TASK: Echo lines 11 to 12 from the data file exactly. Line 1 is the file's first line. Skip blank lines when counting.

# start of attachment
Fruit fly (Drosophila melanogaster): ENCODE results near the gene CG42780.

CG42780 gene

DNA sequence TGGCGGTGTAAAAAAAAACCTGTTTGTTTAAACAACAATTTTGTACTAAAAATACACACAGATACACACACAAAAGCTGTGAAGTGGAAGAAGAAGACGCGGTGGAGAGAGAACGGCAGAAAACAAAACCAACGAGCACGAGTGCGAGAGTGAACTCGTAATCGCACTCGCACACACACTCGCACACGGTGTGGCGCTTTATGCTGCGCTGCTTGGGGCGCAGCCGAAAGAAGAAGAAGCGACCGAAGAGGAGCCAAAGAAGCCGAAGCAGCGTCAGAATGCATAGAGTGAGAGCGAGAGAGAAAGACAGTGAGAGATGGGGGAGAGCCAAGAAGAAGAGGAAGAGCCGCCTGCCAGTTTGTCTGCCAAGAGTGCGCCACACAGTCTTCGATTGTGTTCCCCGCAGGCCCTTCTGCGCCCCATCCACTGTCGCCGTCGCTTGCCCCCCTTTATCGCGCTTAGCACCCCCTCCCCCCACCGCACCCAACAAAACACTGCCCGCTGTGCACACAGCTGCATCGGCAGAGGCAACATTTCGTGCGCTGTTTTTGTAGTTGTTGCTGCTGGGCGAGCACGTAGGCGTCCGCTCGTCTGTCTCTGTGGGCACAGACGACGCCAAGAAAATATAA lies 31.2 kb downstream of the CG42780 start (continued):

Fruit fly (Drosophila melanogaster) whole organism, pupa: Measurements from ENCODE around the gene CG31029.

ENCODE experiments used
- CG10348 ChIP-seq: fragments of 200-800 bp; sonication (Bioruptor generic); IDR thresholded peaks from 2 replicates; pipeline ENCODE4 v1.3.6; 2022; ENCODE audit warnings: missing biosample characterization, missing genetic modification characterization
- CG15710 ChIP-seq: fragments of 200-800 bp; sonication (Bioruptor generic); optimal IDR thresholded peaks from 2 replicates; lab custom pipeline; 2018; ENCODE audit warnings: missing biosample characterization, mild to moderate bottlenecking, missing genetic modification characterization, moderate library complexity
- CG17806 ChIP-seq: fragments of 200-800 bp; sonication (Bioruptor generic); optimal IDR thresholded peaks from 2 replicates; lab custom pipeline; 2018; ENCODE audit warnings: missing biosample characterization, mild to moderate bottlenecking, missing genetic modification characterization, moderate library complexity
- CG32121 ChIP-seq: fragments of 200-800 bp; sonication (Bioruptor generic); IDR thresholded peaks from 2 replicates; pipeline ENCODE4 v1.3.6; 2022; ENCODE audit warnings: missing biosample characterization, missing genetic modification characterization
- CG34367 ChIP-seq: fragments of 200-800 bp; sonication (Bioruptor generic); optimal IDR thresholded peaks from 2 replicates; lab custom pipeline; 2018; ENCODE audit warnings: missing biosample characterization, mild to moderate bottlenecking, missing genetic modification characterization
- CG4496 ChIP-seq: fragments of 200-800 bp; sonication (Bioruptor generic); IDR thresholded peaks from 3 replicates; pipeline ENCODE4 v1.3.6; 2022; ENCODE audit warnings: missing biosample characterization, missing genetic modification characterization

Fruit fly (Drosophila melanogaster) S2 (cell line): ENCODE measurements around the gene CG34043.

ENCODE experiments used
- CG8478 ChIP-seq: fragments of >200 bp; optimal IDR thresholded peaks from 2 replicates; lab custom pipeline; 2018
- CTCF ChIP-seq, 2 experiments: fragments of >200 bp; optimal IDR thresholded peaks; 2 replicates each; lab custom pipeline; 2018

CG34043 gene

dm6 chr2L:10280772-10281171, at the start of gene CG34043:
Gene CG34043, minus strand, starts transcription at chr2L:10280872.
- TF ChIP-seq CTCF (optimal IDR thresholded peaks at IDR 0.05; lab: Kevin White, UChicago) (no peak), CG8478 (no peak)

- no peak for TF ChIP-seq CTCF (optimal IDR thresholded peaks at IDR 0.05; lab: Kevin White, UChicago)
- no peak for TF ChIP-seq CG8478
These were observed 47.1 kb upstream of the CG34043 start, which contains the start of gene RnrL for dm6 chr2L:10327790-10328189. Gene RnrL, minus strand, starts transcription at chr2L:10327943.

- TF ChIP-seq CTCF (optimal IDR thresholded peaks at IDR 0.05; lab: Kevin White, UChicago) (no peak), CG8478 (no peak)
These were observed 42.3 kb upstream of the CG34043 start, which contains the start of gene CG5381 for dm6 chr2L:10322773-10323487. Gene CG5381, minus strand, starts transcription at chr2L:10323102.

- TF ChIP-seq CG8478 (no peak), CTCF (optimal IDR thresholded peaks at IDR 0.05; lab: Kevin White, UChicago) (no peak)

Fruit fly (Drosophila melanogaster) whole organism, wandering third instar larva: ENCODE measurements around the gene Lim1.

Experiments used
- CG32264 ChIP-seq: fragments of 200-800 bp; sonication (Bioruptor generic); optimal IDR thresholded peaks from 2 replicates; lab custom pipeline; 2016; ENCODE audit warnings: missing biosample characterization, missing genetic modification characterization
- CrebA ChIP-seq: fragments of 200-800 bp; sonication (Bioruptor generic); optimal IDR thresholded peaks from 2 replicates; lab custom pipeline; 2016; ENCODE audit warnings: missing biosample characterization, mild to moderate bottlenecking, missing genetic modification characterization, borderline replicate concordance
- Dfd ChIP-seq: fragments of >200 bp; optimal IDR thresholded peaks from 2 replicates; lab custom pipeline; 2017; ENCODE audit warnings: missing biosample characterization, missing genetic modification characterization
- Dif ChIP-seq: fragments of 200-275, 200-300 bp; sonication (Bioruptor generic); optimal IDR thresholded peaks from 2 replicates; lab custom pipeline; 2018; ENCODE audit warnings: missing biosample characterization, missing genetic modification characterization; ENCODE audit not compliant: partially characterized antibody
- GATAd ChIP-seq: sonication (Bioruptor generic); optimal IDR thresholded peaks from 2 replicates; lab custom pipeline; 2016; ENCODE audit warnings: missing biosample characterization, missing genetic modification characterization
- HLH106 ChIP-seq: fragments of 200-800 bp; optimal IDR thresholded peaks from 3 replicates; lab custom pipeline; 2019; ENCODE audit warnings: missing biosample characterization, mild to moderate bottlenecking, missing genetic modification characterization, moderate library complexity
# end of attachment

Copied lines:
- CG4496 ChIP-seq: fragments of 200-800 bp; sonication (Bioruptor generic); IDR thresholded peaks from 3 replicates; pipeline ENCODE4 v1.3.6; 2022; ENCODE audit warnings: missing biosample characterization, missing genetic modification characterization

Fruit fly (Drosophila melanogaster) S2 (cell line): ENCODE measurements around the gene CG34043.